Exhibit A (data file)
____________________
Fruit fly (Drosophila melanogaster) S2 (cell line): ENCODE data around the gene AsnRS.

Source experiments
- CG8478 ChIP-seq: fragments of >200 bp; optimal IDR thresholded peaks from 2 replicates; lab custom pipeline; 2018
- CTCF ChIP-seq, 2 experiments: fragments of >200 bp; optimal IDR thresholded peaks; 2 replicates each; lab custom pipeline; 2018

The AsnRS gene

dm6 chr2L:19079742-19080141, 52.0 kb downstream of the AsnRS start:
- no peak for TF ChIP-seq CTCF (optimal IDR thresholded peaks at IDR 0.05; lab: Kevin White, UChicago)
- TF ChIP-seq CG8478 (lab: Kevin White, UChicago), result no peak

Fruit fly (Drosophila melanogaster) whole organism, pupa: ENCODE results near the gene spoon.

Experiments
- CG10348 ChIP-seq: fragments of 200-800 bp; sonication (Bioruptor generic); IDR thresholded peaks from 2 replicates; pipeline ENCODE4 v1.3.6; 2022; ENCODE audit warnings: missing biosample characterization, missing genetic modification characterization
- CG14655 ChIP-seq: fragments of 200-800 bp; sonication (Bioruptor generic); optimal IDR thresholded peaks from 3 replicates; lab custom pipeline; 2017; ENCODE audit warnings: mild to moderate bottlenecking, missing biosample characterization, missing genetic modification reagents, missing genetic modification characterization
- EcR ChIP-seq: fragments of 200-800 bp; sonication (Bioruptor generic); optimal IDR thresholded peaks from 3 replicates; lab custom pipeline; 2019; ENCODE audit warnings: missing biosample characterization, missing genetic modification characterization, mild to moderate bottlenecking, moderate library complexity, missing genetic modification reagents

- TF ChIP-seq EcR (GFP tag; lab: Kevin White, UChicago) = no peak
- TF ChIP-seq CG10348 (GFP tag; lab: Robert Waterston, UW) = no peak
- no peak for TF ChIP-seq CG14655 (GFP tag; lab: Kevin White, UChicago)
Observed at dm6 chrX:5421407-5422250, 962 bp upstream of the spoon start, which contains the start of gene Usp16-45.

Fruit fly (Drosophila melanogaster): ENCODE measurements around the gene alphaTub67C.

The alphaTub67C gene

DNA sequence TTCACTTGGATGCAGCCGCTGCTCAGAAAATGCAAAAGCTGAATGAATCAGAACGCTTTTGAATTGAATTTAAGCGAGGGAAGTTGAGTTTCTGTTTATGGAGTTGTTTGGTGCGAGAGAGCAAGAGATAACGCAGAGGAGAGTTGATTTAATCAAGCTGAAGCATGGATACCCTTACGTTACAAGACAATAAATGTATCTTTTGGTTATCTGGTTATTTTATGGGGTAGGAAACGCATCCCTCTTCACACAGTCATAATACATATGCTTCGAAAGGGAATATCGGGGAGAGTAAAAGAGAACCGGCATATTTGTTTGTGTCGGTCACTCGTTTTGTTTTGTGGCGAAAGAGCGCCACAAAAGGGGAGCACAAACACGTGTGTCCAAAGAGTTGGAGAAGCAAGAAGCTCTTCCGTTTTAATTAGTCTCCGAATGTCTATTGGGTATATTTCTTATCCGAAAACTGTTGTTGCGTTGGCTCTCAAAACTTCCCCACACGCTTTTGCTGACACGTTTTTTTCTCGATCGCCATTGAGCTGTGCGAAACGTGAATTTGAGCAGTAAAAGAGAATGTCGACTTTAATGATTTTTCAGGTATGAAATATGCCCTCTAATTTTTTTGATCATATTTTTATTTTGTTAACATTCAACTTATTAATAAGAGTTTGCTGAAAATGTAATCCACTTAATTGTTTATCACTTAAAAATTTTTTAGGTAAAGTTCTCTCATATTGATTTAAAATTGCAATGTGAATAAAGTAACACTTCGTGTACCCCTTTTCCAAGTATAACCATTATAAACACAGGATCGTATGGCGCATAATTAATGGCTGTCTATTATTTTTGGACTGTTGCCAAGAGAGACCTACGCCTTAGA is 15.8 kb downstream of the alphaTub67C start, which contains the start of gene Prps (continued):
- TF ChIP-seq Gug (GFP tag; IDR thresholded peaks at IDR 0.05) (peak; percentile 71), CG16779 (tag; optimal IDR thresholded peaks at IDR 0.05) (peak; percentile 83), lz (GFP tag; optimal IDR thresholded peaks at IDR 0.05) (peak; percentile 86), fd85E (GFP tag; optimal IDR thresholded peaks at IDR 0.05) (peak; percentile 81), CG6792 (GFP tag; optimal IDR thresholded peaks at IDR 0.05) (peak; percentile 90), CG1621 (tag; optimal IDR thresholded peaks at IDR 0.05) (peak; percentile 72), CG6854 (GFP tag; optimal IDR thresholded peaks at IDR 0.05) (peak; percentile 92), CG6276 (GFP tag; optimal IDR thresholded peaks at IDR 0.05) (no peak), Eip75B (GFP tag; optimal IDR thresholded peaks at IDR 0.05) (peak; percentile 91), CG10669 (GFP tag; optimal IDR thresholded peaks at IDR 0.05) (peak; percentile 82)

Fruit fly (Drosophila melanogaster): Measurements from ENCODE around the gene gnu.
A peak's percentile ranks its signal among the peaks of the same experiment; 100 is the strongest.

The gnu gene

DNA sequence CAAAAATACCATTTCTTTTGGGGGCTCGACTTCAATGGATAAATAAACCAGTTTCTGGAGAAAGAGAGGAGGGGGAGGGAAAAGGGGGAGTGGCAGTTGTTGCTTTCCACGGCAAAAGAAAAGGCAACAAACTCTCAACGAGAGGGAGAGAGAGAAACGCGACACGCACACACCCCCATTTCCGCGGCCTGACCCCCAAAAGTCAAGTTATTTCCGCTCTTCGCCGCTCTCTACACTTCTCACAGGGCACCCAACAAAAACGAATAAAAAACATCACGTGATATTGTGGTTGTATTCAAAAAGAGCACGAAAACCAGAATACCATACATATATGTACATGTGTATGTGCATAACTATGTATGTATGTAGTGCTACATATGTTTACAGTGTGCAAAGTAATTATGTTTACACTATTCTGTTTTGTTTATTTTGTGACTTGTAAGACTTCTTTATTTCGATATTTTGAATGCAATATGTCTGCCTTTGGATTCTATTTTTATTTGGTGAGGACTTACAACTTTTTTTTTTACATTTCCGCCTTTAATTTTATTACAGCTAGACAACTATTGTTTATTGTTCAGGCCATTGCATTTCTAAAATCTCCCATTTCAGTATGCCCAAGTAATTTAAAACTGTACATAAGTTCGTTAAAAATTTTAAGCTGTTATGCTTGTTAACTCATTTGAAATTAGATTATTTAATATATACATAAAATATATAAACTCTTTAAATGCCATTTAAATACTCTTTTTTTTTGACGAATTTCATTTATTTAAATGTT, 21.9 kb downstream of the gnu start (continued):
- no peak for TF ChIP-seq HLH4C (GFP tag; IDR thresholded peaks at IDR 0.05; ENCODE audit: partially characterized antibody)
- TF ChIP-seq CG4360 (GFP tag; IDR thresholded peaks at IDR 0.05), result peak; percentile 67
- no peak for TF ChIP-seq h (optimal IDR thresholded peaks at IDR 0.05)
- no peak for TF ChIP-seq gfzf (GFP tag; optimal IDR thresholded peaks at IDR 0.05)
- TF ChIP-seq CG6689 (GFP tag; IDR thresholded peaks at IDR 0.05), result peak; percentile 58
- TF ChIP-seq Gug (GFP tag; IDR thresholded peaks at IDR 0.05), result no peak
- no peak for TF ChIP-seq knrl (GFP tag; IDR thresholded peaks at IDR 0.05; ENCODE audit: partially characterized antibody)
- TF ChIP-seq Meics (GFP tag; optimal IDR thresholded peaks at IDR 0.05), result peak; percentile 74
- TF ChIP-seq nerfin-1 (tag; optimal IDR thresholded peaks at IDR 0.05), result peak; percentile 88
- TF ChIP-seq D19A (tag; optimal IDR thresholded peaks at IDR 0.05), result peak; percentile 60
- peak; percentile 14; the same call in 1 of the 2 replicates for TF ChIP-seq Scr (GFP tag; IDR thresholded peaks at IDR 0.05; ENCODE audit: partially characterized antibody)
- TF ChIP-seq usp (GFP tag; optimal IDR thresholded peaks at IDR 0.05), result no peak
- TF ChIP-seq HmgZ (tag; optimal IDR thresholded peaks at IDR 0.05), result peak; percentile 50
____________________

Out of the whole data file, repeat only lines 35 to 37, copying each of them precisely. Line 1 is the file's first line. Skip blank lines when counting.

- TF ChIP-seq D19A (tag; optimal IDR thresholded peaks at IDR 0.05), result peak; percentile 60
- peak; percentile 14; the same call in 1 of the 2 replicates for TF ChIP-seq Scr (GFP tag; IDR thresholded peaks at IDR 0.05; ENCODE audit: partially characterized antibody)
- TF ChIP-seq usp (GFP tag; optimal IDR thresholded peaks at IDR 0.05), result no peak